AB 257: Council to Regulate Working Conditions for Fast Food Workers

AB 257: Council to regulate working conditions for fast food workers; on hold pending litigation and, potentially, a referendum

With AB 257, the Legislature will establish a new and powerful Fast-Food Council, the first of its kind in the State. Sponsored by the Service Employees International Union (“SEIU”) and inspired by its “Fight for $15 and a Union” movement, the Council will be empowered to regulate wages, hours, and working conditions of California’s fast-food employees, a population of workers historically subjected to hazardous working conditions and shamefully low wages.

The Fast-Food Council will be made up of 10 members, appointed by the Governor, Speaker of the Assembly, and the Senate Rules Committee, and will dictate working conditions for employees of chains with at least 100 outlets nationwide. The Council is expected to raise fast food worker wage rates as high as $22 an hour.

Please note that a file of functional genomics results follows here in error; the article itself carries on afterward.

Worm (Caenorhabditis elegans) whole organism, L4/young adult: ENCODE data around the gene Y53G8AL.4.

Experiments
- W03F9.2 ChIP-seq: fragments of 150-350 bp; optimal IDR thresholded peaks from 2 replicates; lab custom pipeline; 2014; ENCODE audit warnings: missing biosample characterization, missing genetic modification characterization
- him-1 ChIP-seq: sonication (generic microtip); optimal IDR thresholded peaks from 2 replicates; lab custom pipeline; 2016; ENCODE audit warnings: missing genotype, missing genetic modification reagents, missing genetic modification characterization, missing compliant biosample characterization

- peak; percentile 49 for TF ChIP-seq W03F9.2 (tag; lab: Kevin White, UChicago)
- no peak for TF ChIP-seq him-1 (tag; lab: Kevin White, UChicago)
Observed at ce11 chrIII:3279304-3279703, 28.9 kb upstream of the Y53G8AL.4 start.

Unsurprisingly, the Chamber of Commerce has made destroying the bill a priority. As this article was going to print, a judge temporarily blocked the State from implementing the law as the result of a lawsuit filed by a coalition of giant corporate chain restaurants, which is seeking a referendum on the November 2024 ballot in a bid to overturn the law. “If and when the referendum challenging AB 257 qualifies for the ballot, the law will be put on hold,” said Katrina Hagen, Director of the Department of Industrial Relations.

None of this corporate chicanery would be possible but for the Supreme Court’s obsequious decision in Citizens United v. Federal Election Commission, 558 U.S. 310 (2010) (holding that the Free Speech Clause of the First Amendment prohibits the government from restricting independent expenditures for political campaigns by corporations). Of course, while the Founders were well aware of the existence of various types of business enterprises (joint-stock companies, corporations such as the East India Company, which was incorporated in 1600, and the like), the Founders did not provide for any corporate rights in the Constitution or the Bill of Rights. Rather, the Founders understood that, to the extent that corporations had any type of personhood, it was a legal fiction limited to a courtroom. But we digress.

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